Mr. Tom Harris: The Government recognise the importance of local railway lines to the communities they serve and seek to support their development, primarily through the implementation of the Community Rail Development Strategy. The Department has recently published a review of progress we have made in implementing this strategy.
15. Mr. Devine: To ask the Secretary of State for Transport what the growth of railway usage has been in the UK compared to other EU countries in the last five years; and if he will make a statement. 
Mr. Tom Harris: Over the last five years, passenger kilometres have increased by 13 per cent. in Great Britain. This compares with a decline of 1 per cent. in Germany and Italy, and an increase of 7 per cent. in France. Together these four countries accounted for close to 70 per cent. of the total rail volume across the 25 pre-2007 EU states.
14. Danny Alexander: To ask the Secretary of State for Transport whether he plans to apply public service obligations to UK regional air services following the EU-US agreement on transatlantic air travel. 
Gillian Merron: The Government's guidance on the protection of regional air access to London published in December 2005 sets out how we will interpret the criteria for imposing public service obligations set out in European Regulations. It is for Devolved Administrations or regional bodies to apply for and make the economic case for a PSO.
16. Mr. Gray: To ask the Secretary of State for Transport what estimate he has made of the capacity of junction 16 on the M4 per day; and what change he expects there to be to future capacity. 
Dr. Ladyman: A specific study would be required to determine the absolute capacity of junction 16. However, existing peak hour congestion problems indicate that it is running at or above capacity at certain times.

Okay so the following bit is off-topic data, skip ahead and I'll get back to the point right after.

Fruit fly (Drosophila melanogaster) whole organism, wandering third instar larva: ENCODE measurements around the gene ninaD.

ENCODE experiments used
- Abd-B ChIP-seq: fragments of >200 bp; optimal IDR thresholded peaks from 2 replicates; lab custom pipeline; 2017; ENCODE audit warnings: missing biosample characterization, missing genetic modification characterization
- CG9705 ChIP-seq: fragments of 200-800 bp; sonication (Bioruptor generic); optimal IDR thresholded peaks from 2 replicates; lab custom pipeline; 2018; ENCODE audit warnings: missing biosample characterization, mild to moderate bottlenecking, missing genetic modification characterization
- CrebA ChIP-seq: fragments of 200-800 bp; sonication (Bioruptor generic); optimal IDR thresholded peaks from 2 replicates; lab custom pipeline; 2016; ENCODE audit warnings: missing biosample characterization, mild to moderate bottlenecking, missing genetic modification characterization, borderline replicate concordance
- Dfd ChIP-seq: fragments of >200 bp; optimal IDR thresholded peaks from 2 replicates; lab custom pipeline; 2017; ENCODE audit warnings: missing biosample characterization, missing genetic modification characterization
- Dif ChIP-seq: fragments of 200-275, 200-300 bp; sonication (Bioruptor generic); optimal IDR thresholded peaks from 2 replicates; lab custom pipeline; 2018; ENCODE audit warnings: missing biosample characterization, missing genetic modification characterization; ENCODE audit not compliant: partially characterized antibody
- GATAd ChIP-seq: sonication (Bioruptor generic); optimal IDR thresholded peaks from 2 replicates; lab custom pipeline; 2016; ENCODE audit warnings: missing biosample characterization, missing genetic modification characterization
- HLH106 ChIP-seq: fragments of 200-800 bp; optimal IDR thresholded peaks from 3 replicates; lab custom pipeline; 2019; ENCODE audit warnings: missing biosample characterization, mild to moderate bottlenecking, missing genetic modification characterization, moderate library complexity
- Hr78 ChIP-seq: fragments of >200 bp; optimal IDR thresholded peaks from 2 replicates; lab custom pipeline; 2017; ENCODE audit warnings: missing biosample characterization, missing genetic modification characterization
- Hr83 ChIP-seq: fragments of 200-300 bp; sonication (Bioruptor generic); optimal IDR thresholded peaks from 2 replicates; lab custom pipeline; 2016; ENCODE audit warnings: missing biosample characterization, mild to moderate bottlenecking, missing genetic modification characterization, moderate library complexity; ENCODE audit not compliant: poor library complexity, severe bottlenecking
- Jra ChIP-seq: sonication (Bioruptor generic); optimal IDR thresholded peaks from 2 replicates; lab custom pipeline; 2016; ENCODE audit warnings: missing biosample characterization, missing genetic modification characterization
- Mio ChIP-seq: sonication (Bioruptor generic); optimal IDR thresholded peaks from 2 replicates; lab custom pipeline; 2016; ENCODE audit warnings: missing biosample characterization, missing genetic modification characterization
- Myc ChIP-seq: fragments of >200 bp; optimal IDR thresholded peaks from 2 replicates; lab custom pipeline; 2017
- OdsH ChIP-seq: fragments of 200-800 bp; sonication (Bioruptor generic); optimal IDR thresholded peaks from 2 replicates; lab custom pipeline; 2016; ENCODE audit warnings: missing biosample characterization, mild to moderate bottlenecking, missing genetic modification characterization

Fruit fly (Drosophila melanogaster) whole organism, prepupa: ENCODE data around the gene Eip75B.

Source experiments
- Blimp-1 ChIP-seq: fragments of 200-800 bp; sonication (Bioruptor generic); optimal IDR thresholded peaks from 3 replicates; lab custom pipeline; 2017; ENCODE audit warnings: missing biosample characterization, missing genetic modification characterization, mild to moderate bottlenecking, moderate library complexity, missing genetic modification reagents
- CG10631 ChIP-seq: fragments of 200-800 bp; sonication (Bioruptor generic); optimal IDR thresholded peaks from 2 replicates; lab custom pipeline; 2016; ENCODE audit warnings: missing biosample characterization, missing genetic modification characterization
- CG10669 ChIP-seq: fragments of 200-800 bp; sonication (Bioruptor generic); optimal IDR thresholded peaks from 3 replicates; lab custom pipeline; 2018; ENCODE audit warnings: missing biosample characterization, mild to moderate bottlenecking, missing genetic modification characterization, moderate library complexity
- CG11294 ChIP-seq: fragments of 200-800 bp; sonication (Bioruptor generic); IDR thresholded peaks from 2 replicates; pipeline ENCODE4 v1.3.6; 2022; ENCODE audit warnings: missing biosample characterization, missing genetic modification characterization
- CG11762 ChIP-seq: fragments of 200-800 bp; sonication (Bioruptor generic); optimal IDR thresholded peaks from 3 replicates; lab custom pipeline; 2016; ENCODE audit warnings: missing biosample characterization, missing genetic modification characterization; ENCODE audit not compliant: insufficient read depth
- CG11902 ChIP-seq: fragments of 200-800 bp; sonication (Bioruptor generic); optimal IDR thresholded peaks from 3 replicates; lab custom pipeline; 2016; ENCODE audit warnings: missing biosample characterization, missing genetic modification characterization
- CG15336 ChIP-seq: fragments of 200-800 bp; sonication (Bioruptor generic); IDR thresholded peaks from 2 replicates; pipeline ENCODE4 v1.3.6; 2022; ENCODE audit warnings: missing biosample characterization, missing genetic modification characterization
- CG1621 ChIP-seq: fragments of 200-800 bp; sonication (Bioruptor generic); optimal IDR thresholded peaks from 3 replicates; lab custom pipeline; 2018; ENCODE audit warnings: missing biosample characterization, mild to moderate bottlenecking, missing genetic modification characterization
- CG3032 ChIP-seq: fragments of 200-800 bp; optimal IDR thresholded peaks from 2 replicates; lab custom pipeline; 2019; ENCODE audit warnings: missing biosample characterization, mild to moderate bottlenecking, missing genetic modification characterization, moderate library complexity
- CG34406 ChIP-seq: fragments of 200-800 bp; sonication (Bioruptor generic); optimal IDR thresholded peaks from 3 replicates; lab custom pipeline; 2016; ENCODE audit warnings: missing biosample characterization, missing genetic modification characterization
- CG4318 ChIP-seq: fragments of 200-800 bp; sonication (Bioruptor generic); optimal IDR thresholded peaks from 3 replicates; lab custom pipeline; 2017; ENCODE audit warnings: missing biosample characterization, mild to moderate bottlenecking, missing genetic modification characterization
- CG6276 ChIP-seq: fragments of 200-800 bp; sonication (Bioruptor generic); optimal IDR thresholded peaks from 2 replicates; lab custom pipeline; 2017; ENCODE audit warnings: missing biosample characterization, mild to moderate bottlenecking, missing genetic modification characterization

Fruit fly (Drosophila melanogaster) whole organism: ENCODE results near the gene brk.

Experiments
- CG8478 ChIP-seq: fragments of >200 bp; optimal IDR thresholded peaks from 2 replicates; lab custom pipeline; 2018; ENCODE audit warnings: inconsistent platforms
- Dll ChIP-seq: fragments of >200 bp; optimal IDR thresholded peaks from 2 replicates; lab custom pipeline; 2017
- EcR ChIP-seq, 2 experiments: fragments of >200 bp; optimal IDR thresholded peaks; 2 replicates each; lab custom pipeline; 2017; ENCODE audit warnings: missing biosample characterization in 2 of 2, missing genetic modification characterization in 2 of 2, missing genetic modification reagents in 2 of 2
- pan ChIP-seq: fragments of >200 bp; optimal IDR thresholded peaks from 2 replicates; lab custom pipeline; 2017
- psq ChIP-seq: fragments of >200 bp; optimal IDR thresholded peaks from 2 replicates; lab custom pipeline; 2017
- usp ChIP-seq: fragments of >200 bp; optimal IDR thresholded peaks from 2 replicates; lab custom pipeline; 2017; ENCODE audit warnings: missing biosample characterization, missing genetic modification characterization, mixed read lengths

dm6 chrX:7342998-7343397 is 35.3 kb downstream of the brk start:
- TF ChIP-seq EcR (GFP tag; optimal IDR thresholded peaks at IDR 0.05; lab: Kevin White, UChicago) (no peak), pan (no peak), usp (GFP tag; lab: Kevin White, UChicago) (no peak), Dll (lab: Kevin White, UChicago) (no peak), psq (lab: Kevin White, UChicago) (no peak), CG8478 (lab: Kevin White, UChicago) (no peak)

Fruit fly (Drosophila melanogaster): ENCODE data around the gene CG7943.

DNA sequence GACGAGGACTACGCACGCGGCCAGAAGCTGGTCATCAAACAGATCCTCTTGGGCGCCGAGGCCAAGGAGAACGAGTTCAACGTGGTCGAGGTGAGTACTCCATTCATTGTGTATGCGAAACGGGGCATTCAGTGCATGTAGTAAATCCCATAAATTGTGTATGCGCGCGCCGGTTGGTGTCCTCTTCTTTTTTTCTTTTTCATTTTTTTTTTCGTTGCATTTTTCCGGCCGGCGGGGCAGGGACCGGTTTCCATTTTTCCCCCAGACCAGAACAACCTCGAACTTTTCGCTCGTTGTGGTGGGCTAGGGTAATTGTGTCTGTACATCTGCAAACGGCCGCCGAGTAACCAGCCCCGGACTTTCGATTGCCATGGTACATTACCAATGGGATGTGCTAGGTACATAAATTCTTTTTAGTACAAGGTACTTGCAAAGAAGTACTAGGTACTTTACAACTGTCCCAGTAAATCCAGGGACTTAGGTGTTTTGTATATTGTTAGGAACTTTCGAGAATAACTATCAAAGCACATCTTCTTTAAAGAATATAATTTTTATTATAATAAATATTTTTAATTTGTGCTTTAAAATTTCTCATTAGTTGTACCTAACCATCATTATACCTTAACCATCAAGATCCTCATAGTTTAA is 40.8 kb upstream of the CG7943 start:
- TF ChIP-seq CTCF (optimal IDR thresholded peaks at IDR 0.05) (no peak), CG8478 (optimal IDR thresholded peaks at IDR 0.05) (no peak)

17. Dr. Cable: To ask the Secretary of State for Transport what assessment he has made of the economic and environmental impact of the system of allocating landing slots at airports and alternatives to it. 
Gillian Merron: The Government commissioned a study in 2006 on alternative ways of allocating landing slots from new capacity at airports. The report of the study is available on the Department's website.
Mr. Tom Harris: Bids are evaluated in accordance with the European Foundation for Quality Management principles and consider the evidence contained in the bid and that available more widely to the Department.
Mr. Tom Harris: Rail services in the north-west have improved substantially as a result of investment in the west coast main line upgrade and the new high-speed trains which now operate on the route. Future rail investment in this and other regions will be the subject of the high-level output specification for rail which the Government will publish in July.
Mr. Tom Harris:
Following the Departments review of the British Transport Police (BTP) last year, the
Secretary of State decided that BTP should remain as a national, specialist police force for the railways.
Mrs. May: To ask the Secretary of State for Transport for which Government websites he is responsible; how many visitors each received in the latest period for which figures are available; and what the cost (a) was of establishing and (b) has been of maintaining each site.